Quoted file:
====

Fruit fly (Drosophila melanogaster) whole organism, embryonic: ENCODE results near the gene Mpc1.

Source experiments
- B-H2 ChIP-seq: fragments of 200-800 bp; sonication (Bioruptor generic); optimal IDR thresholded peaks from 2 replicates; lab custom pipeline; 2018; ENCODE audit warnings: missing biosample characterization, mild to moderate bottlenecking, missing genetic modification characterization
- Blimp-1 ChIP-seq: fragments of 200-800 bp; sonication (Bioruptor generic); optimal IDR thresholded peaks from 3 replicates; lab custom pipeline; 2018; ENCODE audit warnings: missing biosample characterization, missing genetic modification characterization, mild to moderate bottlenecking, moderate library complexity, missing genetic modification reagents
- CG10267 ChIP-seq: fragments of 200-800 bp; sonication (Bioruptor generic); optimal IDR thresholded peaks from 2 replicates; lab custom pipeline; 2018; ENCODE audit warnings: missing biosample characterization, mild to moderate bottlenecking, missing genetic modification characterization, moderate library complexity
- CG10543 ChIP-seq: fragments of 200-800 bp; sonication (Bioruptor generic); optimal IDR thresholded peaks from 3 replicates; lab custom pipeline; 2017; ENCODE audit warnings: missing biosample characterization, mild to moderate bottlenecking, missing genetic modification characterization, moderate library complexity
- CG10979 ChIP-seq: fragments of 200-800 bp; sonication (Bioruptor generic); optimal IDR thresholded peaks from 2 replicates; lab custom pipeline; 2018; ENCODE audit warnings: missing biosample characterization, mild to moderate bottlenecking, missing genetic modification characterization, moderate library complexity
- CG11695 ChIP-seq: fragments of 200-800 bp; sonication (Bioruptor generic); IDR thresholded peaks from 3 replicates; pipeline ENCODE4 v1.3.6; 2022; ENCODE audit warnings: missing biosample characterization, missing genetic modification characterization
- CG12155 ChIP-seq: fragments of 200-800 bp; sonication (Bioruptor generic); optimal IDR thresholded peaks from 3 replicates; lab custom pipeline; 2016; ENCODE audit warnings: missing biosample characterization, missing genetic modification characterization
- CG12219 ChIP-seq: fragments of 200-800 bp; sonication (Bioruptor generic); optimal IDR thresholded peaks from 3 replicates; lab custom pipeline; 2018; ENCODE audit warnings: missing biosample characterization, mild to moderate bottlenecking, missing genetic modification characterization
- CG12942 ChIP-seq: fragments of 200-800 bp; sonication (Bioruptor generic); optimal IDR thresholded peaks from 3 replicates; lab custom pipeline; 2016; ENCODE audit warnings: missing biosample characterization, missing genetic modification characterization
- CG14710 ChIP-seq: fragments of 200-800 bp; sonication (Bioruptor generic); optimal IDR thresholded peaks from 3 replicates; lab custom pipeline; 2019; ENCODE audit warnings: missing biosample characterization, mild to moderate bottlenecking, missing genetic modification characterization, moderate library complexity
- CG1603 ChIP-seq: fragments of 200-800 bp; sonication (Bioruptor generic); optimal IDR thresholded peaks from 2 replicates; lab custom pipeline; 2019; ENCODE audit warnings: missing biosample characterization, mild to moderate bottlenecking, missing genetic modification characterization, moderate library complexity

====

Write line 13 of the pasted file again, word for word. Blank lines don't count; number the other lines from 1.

- CG1603 ChIP-seq: fragments of 200-800 bp; sonication (Bioruptor generic); optimal IDR thresholded peaks from 2 replicates; lab custom pipeline; 2019; ENCODE audit warnings: missing biosample characterization, mild to moderate bottlenecking, missing genetic modification characterization, moderate library complexity